NPR and budget scrapes: Public radio has been here before

The House is poised to vote to strip NPR of federal funds. Public radio has had a rough six months, but it nearly closed for good in 1983.

Gingold Nicholas/SIPA/Newscom
National Public Radio's (NPR) Washington headquarters is shown in this July 9, 2010 file photo.

House Republicans Thursday aimed to strip NPR of federal funds by voting on legislation that would bar the US from subsidizing a public radio network that conservatives believe is biased against them.

GOP ire at NPR rose last week after a hidden camera sting taped an NPR official making derogatory comments about the tea party agenda and acknowledging that the network might be better off without federal funds. The head of NPR, Vivian Schiller, resigned as a result of the uproar.

Right now federal money, which is channeled through local stations for the most part, makes up about 10 percent of the public radio economy, according to NPR data. Losing that cash could hurt – particularly at rural stations without other ready sources of funds.

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But would it be the worst financial crisis in public radio’s history? Nope, far from it. That occurred not in 2011, but in 1983.

National Public Radio suffered a horrendous financial meltdown in the early Reagan era Overexpansion and lax management combined to produce a deficit that nearly sank the public-radio system a few years after its founding.

For NPR, it was a worse crisis than the one it faces today. Yes, today is bad: In mid-March a hidden-camera sting caught an NPR official saying that NPR would be better off without public funds. But in ’83, NPR had to be saved by an infusion of federal cash.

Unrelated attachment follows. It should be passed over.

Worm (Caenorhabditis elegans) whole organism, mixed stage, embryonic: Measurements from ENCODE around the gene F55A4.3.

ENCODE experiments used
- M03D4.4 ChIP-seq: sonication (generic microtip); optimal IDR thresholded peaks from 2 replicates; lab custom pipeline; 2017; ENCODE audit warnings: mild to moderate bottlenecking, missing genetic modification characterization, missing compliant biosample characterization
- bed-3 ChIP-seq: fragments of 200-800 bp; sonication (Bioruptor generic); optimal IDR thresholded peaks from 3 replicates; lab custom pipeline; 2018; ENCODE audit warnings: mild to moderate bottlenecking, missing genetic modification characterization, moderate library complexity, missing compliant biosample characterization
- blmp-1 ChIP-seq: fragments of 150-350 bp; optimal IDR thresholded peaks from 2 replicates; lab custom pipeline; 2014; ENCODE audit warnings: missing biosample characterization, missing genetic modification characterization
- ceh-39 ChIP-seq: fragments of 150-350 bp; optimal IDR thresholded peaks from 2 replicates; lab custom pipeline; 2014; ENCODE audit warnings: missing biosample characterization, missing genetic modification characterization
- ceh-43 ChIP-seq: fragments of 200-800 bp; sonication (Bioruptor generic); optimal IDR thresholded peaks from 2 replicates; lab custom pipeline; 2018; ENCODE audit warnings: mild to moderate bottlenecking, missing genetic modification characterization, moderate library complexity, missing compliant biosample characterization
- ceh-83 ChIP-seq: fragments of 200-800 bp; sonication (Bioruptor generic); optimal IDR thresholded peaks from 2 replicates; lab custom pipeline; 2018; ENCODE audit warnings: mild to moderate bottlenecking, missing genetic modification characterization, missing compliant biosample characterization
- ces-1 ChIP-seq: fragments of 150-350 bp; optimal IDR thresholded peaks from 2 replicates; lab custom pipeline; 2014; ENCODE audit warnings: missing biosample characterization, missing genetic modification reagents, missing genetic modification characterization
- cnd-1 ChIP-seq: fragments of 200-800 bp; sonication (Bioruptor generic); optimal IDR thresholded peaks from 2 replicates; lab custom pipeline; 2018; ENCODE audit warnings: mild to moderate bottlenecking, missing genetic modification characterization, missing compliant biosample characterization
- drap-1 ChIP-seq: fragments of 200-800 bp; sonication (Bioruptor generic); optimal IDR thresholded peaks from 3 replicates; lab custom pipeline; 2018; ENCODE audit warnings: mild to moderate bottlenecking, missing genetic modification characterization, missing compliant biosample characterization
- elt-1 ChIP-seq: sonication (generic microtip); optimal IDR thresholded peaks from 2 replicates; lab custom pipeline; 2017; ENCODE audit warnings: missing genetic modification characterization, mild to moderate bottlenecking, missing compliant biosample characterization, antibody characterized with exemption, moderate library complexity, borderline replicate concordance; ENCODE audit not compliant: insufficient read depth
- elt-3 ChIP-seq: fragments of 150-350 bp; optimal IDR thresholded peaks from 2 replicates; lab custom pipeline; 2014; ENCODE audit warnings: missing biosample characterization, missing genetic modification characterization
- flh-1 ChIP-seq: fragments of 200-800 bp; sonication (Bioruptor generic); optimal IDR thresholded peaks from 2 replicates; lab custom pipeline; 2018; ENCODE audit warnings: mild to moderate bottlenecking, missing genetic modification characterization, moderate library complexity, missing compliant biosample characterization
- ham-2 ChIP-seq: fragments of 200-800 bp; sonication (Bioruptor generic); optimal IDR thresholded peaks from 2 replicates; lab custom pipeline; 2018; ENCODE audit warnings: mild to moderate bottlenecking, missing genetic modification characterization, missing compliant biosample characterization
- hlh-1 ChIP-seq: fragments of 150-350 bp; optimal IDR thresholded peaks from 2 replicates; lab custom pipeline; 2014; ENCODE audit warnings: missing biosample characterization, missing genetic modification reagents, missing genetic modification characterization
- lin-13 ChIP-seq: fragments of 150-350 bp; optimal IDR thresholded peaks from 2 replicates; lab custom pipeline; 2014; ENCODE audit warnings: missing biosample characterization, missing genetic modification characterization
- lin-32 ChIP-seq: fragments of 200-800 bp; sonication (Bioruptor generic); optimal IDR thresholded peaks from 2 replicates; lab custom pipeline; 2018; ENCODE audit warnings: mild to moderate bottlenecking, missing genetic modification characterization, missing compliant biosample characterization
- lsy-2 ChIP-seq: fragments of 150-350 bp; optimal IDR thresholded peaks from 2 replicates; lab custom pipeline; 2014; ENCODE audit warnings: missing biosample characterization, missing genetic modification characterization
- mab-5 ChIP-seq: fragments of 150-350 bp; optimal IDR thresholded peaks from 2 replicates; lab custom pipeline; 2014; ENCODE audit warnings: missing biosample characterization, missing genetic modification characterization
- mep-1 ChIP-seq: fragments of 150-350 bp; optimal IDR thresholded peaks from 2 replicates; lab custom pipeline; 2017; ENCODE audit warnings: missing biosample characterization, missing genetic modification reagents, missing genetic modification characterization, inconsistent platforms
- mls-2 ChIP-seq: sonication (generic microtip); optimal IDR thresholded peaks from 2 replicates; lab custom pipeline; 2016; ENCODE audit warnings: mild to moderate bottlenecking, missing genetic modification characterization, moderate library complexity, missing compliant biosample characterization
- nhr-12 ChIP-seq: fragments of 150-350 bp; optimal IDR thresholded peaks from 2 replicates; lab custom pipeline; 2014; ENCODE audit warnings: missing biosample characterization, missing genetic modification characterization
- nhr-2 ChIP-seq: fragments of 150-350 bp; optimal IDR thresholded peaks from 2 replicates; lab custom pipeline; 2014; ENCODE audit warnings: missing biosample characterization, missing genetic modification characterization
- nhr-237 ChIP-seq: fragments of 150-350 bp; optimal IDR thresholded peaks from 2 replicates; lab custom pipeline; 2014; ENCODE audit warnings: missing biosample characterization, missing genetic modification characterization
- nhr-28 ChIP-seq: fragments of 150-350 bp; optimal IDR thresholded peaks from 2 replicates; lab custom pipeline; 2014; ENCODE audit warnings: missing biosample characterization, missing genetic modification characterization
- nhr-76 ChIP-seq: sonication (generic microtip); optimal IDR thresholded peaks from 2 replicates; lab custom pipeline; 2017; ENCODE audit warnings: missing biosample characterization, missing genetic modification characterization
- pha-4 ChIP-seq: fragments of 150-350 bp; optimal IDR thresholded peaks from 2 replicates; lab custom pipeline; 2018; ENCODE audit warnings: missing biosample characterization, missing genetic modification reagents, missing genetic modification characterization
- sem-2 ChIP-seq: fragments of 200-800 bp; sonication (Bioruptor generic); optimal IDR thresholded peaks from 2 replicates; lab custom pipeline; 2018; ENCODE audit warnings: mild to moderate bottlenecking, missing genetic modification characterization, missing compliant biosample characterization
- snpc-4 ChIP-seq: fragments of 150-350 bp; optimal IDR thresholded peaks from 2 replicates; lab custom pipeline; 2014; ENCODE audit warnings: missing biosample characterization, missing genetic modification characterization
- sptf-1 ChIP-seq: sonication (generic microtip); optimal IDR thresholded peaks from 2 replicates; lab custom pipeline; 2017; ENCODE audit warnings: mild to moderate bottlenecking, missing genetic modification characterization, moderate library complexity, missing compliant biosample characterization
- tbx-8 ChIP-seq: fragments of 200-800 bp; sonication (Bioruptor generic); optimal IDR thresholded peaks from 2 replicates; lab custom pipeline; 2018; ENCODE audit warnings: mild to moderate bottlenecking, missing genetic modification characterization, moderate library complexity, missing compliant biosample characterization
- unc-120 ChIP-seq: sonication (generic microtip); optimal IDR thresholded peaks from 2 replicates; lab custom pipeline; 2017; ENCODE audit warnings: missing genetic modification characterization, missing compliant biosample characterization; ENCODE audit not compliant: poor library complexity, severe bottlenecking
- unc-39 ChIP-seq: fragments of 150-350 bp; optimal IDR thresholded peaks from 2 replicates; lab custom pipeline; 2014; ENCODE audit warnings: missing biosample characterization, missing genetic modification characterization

Ironically, the disaster came about in part because of “Project Independence” – an attempt by NPR officials to position their network to make do without federal subsidies.

Back then, NPR got about 70 percent of its money from Uncle Sam, according to a 1983 Congressional General Accounting Office report. (Today, federal funds account for about 10 percent of the total public radio economy.) But that subsidy was ramping back due to concern about the deficit.

At the same time, NPR program hours were exploding. And all those commentators and foreign bureaus and whispery-voiced anchors cost a lot of money. Expenses more than tripled in that period, to $27 million a year.

So NPR’s then-chief, Frank Mankiewicz, came up with the idea of tapping more foundations and corporations for grants, among other cash-generating efforts.
The plan was to get $7.3 million in these grants in 1983. But nobody bothered to tell the newly hired chief fundraiser that they needed that much. And two anticipated big donations fell through.

Uh-oh. By December, National Public Radio needed a loan of $7 million from the Corporation for Public Broadcasting (CPB) to make payroll. Mr. Mankiewicz stepped down and 60 lower-level staffers got laid off.

NPR agreed that from then on the CPB subsidy would go mostly to the stations, which would then pay NPR for programming. That’s the financing structure that’s in place today.

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